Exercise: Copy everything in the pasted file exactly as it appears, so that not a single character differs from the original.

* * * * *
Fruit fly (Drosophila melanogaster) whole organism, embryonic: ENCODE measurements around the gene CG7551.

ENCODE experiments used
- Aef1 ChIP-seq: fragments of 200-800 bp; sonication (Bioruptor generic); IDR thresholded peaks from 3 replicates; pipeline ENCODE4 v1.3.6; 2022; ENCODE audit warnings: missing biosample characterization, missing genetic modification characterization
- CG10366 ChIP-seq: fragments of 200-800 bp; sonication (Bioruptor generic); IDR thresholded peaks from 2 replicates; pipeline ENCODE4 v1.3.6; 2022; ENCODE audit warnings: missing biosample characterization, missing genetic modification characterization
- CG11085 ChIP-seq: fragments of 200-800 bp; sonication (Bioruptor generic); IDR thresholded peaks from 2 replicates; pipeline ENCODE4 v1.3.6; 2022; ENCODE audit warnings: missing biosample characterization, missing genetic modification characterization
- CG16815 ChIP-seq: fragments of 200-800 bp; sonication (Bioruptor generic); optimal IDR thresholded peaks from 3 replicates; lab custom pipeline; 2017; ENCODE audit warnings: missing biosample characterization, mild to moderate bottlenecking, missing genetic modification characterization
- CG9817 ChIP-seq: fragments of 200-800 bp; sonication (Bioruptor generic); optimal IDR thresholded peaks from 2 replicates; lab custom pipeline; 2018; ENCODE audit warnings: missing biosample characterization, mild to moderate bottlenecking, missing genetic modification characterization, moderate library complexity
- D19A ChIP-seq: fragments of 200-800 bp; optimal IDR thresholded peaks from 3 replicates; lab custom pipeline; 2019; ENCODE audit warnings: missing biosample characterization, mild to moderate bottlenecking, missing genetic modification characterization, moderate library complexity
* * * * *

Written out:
Fruit fly (Drosophila melanogaster) whole organism, embryonic: ENCODE measurements around the gene CG7551.

ENCODE experiments used
- Aef1 ChIP-seq: fragments of 200-800 bp; sonication (Bioruptor generic); IDR thresholded peaks from 3 replicates; pipeline ENCODE4 v1.3.6; 2022; ENCODE audit warnings: missing biosample characterization, missing genetic modification characterization
- CG10366 ChIP-seq: fragments of 200-800 bp; sonication (Bioruptor generic); IDR thresholded peaks from 2 replicates; pipeline ENCODE4 v1.3.6; 2022; ENCODE audit warnings: missing biosample characterization, missing genetic modification characterization
- CG11085 ChIP-seq: fragments of 200-800 bp; sonication (Bioruptor generic); IDR thresholded peaks from 2 replicates; pipeline ENCODE4 v1.3.6; 2022; ENCODE audit warnings: missing biosample characterization, missing genetic modification characterization
- CG16815 ChIP-seq: fragments of 200-800 bp; sonication (Bioruptor generic); optimal IDR thresholded peaks from 3 replicates; lab custom pipeline; 2017; ENCODE audit warnings: missing biosample characterization, mild to moderate bottlenecking, missing genetic modification characterization
- CG9817 ChIP-seq: fragments of 200-800 bp; sonication (Bioruptor generic); optimal IDR thresholded peaks from 2 replicates; lab custom pipeline; 2018; ENCODE audit warnings: missing biosample characterization, mild to moderate bottlenecking, missing genetic modification characterization, moderate library complexity
- D19A ChIP-seq: fragments of 200-800 bp; optimal IDR thresholded peaks from 3 replicates; lab custom pipeline; 2019; ENCODE audit warnings: missing biosample characterization, mild to moderate bottlenecking, missing genetic modification characterization, moderate library complexity